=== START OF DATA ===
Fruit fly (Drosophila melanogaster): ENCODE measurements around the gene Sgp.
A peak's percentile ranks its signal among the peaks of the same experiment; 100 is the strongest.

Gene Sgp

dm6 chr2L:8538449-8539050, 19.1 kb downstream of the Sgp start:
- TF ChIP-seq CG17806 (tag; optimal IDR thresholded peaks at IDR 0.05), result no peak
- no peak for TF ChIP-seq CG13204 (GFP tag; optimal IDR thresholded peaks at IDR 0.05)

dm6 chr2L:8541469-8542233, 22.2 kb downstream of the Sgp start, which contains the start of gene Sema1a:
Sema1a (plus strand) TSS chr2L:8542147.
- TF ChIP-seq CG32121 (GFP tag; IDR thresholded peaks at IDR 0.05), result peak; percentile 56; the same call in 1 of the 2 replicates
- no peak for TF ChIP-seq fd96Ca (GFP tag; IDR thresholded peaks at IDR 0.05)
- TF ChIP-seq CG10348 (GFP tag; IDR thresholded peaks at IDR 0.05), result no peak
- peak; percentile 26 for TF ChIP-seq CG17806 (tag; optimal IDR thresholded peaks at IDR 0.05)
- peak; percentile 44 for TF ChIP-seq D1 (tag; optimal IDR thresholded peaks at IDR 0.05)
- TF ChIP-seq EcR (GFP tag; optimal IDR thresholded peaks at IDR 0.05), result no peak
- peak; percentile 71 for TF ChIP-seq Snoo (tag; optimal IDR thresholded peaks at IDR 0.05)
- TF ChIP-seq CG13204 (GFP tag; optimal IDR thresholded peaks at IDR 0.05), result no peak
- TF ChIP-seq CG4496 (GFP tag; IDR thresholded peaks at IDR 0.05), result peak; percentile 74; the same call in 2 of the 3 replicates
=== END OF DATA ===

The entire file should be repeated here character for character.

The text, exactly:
Fruit fly (Drosophila melanogaster): ENCODE measurements around the gene Sgp.
A peak's percentile ranks its signal among the peaks of the same experiment; 100 is the strongest.

Gene Sgp

dm6 chr2L:8538449-8539050, 19.1 kb downstream of the Sgp start:
- TF ChIP-seq CG17806 (tag; optimal IDR thresholded peaks at IDR 0.05), result no peak
- no peak for TF ChIP-seq CG13204 (GFP tag; optimal IDR thresholded peaks at IDR 0.05)

dm6 chr2L:8541469-8542233, 22.2 kb downstream of the Sgp start, which contains the start of gene Sema1a:
Sema1a (plus strand) TSS chr2L:8542147.
- TF ChIP-seq CG32121 (GFP tag; IDR thresholded peaks at IDR 0.05), result peak; percentile 56; the same call in 1 of the 2 replicates
- no peak for TF ChIP-seq fd96Ca (GFP tag; IDR thresholded peaks at IDR 0.05)
- TF ChIP-seq CG10348 (GFP tag; IDR thresholded peaks at IDR 0.05), result no peak
- peak; percentile 26 for TF ChIP-seq CG17806 (tag; optimal IDR thresholded peaks at IDR 0.05)
- peak; percentile 44 for TF ChIP-seq D1 (tag; optimal IDR thresholded peaks at IDR 0.05)
- TF ChIP-seq EcR (GFP tag; optimal IDR thresholded peaks at IDR 0.05), result no peak
- peak; percentile 71 for TF ChIP-seq Snoo (tag; optimal IDR thresholded peaks at IDR 0.05)
- TF ChIP-seq CG13204 (GFP tag; optimal IDR thresholded peaks at IDR 0.05), result no peak
- TF ChIP-seq CG4496 (GFP tag; IDR thresholded peaks at IDR 0.05), result peak; percentile 74; the same call in 2 of the 3 replicates